There are many sensors available, depending on the type and quality of measurements expected.

  • Overall measurement of the occupancy of a building or office space.
  • Measurement of occupancy by zone, by individual office
  • Measurement of the occupancy of meeting rooms or collaborative spaces


General traffic in the building. How many employees and visitors are present, per time slot, per day, per week… There are different sensors, based on infrared signal measurement, or image analysis (which are not transmitted) , to give a good estimate of the number of occupants of a building, or an office space

It is possible to measure occupancy by work zone, or even by individual office (particularly in organizations based on shared offices). There are individual sensors, to be placed under desks, or zone sensors allowing you to count the number of people present.

The occupancy rate of meeting rooms. But also the usage rate, based on the capacity of the meeting rooms. A meeting room can be considered busy all day, but if this room is used by one person, even though its capacity is much larger, this is far from optimal. For this purpose, there are simple presence sensors (presence or not), but also sensors that can determine the number of people present in the meeting room.

The level of toilet attendance. Sensors on the doors make it possible to estimate the number of visits.

Key Metrics of Office Occupancy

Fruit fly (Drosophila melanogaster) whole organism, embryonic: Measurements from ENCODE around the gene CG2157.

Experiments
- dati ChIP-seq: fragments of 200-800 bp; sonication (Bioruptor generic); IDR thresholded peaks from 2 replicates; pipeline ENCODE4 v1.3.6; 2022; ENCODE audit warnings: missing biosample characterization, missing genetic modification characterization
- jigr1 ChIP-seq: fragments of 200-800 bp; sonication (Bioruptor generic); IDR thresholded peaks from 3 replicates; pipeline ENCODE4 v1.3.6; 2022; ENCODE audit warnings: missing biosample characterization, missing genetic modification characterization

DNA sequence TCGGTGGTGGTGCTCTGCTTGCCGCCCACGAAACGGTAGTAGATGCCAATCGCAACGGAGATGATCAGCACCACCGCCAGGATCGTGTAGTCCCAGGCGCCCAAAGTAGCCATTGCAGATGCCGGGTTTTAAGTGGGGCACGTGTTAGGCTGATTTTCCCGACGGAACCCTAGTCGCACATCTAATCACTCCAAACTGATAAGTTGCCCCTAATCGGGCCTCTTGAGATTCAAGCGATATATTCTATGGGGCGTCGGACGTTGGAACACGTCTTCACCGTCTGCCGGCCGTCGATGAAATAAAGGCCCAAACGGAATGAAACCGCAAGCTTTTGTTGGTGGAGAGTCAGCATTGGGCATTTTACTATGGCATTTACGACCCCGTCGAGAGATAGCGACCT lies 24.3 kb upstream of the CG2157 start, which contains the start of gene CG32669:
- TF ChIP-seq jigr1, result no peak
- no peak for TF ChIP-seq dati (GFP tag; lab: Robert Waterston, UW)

What to do with occupancy data generated by IOT sensors?

The 2 main “metrics” for measuring occupancy are the occupancy rate and the usage rate.

The occupancy rate measures whether a space, an office, is occupied or not. 

The usage rate refines this measurement by taking into account the number of occupants.

Based on the measurement of the occupancy rate and the usage rate (available per time slot, per day, per week, per month, per zone, per floor, per building, etc.), we can then calculate many indicators, such as:

  • the vacancy rate
  • the density of use,
  • tops/flops in terms of use
  • Days or periods of the day with high occupancy intensity
  • etc.

Benefits of (re-)planning office occupancy

There are many strategies, which will depend on the objectives of the company:

  • Increased comfort: occupancy data makes it possible to better understand needs, and therefore, to adapt the organization of work spaces (fewer individual offices, more meeting rooms, new collaborative, quiet spaces, etc.). .). Improving comfort can be an argument for reducing “churn”, limiting the departure of employees, in a world where a war for talent is growing.
  • Increased Productivity. Adapting office spaces to new needs and new methods of collaboration will influence employee productivity.
  • Ensure good air quality. Air quality is often directly linked to the level of office occupancy. This is especially the case when the ventilation does not react directly to the actual occupancy, or if the ventilation is not sized to accommodate all levels of occupancy. 
    Read also: The Relationship between Air Quality and Office Occupancy
  • Lower the costs:
    • Knowledge of occupancy levels over time (by period of the day, by day of the week, depending on the seasons) makes it possible to review energy consumption (heating, ventilation, air conditioning). Closing floors and spaces on certain days can drastically reduce energy consumption
    • Organize cleaning according to needs (use), and not simply on the basis of a fixed schedule
    • Reduce allocated spaces

Continuous measurement of Occupancy

It is important to mention that measuring occupancy should not be seen as a “one shot” action. Organizations evolve, and habits change. You must be able to refine your strategies over time, based on measured reality.